A year on from its currency devaluation, Egypt is brimming with opportunities for investments. Hesham Ezz Al-Arab, Chairman of the Commercial International Bank (CIB), talks of how the reforms have shaped the banking sector.
How has the economic situation in Egypt altered after approximately a year since the decision to devalue the Egyptian Pound?
We are all aware of the several macroeconomic challenges Egypt has been facing the past year. The much-needed floatation of the currency last November unleashed inflationary pressures and volatility. Due to the spike in inflation, the further removal of subsidies was, therefore, naturally met with resistance from certain segments of the population. However, the current condition gives all of us great incentive to work harder to increase productivity and output, in order to stimulate GDP and economic growth. This will, in turn, significantly narrow the inequality gap in Egypt and ultimately lead to a sustainable and flourishing economy.
Looking forward, the economy appears to be heading in a positive direction. With respect to the banking sector, given the solid fundamentals of the banking system—excess reserves, liquidity and strong deposit base—banks are well positioned to take advantage of pent-up corporate demand, as well as the huge opportunity from an enormous young, unbanked population.
The Ministry of Investment and International Cooperation is keen to support start-ups in Egypt. Does the CIB have any specific plans regarding such of investments?
CIB applies a different policy to this segment, we design and deliver banking products that meet the nature of their requirements, and to further support the growth of their business. The bank provides a comprehensive, integrated offering of services for this critical segment through its business banking arm, which offers programs and products that address the financial needs of these clients, including financing solutions, cash management solutions, and most importantly, e-business and digital products that empower them in managing and planning their financials needs and further growing their business.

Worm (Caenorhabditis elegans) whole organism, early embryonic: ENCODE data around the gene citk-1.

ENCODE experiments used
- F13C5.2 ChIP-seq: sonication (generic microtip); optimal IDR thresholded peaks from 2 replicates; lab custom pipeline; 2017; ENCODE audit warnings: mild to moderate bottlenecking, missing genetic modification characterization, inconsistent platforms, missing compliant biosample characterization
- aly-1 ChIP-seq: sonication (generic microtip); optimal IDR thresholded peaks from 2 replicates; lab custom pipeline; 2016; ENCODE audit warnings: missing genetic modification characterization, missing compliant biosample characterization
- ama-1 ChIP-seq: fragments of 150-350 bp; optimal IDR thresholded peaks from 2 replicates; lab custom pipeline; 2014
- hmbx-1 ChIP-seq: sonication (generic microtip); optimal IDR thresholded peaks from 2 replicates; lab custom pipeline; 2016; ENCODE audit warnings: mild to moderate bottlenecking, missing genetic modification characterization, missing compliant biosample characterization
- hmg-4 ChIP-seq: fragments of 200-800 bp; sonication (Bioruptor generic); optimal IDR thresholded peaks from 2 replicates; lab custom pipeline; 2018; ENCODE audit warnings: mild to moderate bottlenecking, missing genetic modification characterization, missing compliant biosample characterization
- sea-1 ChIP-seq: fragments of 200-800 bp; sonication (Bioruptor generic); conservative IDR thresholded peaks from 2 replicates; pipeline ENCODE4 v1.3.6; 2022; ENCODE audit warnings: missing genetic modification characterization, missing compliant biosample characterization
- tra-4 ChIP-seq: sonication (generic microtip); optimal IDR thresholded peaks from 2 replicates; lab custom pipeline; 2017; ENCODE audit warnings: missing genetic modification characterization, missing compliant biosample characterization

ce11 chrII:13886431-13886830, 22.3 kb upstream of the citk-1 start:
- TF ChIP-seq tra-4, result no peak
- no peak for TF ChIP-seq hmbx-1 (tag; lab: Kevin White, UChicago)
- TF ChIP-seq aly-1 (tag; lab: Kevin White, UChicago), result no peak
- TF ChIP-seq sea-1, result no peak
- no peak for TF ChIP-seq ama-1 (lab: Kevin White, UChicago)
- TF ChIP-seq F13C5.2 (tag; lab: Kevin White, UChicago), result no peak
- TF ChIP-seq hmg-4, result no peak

We are currently financing micro-enterprises indirectly through the financing of institutions licensed to fund micro-enterprises. These initiatives benefit approximately 120,000 entities. We expect to step our efforts in financial inclusion and bring those segments in Egypt who are unbanked into the financial system. In addition, CIB will continue to provide smart credit services that support small companies and would help them grow.
In your opinion, what are the biggest incentives that can encourage and attract foreign investors to do business in Egypt?
Egypt is a massive market with needs and it abounds with opportunities across all sectors for foreign investors. Whether it is in energy, transportation, infrastructure, or water desalination, the prospects for projects are endless. In addition, Egypt’s booming population is fuelling the demand for consumer goods ranging from healthcare and pharmaceuticals to real estate and energy.
On another note, Egypt’s strategic geographical location and trade agreements give it access and duty-free entry to various Arab, while African countries make it the world’s gateway to Africa. In this light, Egypt offers a productive environment due to its simpler regulations, low cost of labour, FDA restrictions, and IPR laws, making products more competitive.